He is currently under contract to purchase the home he’s been renting from the DLF.

“Years ago I heard of a study that just said how much better children do when their parents own their home,” he said. “They just feel more stable, they do better in school, they do more better with their relationships and so on.

“For me, that’s what I was most concerned with,” Grace said, “just giving my daughter the stability that she needs to be confident.”

Completing program wasn’t easy for mom

Hatfield learned of the RISE Program (at the time it was called the Northwest Project) from a flier given to her by a co-worker back in 2017. 

At the time, she was going through a divorce and trying to create a better life for her and her son. 

This is Marsha Hatfield’s home that she was able to purchase through the Blue House Project. (Photo by Marsha Hatfield)

“I was just kind of starting completely over,” she said. “I looked at it and thought, ya know, I could probably really benefit from this. And it’s been one of the best things I’ve done for myself and my family.

“It trickles down to my older kids who aren’t with me, just that I’m stable,” Hatfield said. “I’m able to do more for them because I have a better grasp of finances.”

It wasn’t easy, Hatfield said. It’s two years of taking classes, continuing her education and working to repair her credit.

She moved into her home about three years ago. She rented it for just over two years from the Drew Lewis Foundation. She was able to purchase the home last March. 

Not everyone cut out for homeownership

“It’s not a perfect program,” Blansit said. “We’ve had four individuals move into homes and realize that they were not stable enough to become homeowners. And that is a hard thing — to work with individuals and say, ‘Look, homeownership is difficult.’”

When you are renting, you don’t have to worry about making repairs or staying on top of yard work. You might not worry about tucking money away for when an appliance breaks or the porch needs to be replaced. 

Contractor Ben Perez measures out window headers in a Drew Lewis Foundation Blue House project on West Webster. (Photo by Jym Wilson)

“Many of our individuals are single parents, so they’re trying to juggle a job and kids and maintaining a house,” Blansit said. “They realize that at this point in their life — or we had to help them realize maybe — owning a home that begins to fall down around you is not the best thing.”

Grace, the single dad, said there are definitely things he misses about being a renter. 

“It’s nice to go to someone else with the problems,” he said. “If something breaks, it’s really nice just to make a phone call.”

That said, Grace is excited about being a homeowner and being able to give his daughter a home and stable life.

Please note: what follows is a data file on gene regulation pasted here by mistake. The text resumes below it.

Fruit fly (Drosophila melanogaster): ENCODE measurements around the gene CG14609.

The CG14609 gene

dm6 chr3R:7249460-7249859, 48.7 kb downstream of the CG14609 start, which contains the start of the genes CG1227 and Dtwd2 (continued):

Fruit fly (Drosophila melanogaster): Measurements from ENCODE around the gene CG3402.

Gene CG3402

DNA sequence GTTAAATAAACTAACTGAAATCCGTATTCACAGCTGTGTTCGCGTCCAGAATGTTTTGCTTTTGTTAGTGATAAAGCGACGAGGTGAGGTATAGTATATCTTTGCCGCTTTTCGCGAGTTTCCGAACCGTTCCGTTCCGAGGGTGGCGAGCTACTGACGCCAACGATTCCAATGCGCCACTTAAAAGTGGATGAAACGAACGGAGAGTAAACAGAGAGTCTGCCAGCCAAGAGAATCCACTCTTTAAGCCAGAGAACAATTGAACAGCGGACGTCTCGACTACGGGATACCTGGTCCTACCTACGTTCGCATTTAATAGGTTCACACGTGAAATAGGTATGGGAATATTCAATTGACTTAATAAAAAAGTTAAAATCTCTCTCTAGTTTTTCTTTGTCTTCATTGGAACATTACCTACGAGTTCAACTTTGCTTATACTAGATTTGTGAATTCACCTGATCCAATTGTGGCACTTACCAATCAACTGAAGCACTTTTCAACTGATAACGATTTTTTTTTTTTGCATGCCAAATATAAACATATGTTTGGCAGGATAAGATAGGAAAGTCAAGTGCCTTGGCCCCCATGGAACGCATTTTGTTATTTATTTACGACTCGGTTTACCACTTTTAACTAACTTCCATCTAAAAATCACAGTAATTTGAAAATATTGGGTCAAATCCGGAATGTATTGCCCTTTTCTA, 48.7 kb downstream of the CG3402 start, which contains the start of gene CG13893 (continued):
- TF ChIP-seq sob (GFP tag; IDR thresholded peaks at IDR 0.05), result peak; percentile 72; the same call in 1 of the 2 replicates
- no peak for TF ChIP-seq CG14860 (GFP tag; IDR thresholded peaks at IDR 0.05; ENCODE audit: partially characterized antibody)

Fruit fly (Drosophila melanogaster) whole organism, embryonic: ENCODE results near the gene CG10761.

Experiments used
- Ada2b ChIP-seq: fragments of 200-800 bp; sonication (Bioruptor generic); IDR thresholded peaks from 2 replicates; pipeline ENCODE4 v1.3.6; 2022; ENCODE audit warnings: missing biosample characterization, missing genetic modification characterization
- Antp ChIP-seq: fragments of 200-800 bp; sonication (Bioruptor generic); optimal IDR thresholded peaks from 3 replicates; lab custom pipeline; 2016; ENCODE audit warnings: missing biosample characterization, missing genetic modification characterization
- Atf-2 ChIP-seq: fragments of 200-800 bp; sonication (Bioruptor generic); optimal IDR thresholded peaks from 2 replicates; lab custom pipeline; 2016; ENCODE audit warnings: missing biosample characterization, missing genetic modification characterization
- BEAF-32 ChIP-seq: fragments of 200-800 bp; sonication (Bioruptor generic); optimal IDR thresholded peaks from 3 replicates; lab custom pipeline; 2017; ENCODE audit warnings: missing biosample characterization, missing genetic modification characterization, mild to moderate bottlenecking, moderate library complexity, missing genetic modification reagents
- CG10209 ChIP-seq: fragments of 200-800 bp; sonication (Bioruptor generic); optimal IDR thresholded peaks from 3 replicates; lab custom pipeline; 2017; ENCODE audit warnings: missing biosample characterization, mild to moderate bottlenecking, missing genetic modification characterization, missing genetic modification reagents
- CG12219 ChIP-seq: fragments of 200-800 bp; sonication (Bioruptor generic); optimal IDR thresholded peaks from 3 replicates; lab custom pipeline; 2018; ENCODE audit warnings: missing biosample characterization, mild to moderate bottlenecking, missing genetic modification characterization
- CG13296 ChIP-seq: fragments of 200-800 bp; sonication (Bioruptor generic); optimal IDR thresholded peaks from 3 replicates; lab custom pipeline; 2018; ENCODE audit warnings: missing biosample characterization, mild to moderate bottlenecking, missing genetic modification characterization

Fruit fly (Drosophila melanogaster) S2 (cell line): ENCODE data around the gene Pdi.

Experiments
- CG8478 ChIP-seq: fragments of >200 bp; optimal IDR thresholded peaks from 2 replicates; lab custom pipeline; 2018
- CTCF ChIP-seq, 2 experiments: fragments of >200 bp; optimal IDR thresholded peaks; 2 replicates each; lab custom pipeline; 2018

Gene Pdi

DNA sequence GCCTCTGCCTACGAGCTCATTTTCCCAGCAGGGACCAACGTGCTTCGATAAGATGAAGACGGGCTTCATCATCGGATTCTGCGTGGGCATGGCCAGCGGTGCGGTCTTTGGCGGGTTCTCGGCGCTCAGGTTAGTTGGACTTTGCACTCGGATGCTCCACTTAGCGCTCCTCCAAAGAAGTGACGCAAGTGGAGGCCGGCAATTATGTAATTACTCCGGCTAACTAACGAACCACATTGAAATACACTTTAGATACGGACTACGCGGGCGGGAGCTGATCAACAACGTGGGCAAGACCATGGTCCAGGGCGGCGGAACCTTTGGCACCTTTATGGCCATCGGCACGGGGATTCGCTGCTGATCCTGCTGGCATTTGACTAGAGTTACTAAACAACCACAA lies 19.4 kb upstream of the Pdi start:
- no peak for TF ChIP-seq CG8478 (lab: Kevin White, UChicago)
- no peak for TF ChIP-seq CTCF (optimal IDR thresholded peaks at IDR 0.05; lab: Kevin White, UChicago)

“It feels great.”

The entire neighborhood benefits 

The Blue House Project is focused on improving the area surrounding the Fairbanks — five blocks to the north, south, east and west of the building.

The Grant Beach Neighborhood has an old housing stock with about a 50-50 blend of homeowners and renters. 

“When we have 50 percent of a community as renters, that means we have a high mobility or turnover rate,” Blansit said, “which decreases the sense of ownership and commitment to your neighborhood, your neighbors and your community.”

The program is inspired by the “broken window theory:” when other houses in the area are better maintained and kept up, others in the neighborhood will also start to keep the property in better condition.

“We normally buy houses that are blighted. The last one that we bought had a hole in the floor in the bathroom,” Blansit said. “It was rotted out, and the toilet was being held up by the beam that was underneath it.”

Program breathes life into blighted houses 

Homes are often acquired from the family of an older person who owned the home and died.  Often, the family doesn’t have the money to invest in needed renovations and find out the hard way that being a landlord is not easy.

Blue House Project founder Amy Blansit walks through a house that is under renovation as part of the Blue House Project.
Blue House Project founder Amy Blansit walks through a house that is under renovation as part of the Blue House Project. (Photo by Jackie Rehwald)

And since the home belonged to their loved one, many families don’t want to sell to a property management company — they like the idea the home will go to a family.

“We have houses that were just in very rough condition,” she said. “We are often replacing joists and taking them down to the studs. All of them get a new roof. Most of them are getting new HVAC and updated electrical. … We want to make sure that when we give the house to the family, they’re going to have the next five to 10 years of a maintenance-free home as they continue to build that asset.”

On a recent walk through the neighborhood to see some of the homes, Blansit was asked if the Blue House Project would ever be completed. She laughed.

“Not in this neighborhood. It will be a while,” she said. “Let’s just say half of the homes we end up having an effect on, we are talking about 1,000 homes. And we’ve done 15.”

Jackie Rehwald

Jackie Rehwald is a reporter at the Springfield Daily Citizen. She covers housing, homelessness, domestic violence and early childhood, among other public affairs issues. Her office line is 417-837-3659. More by Jackie Rehwald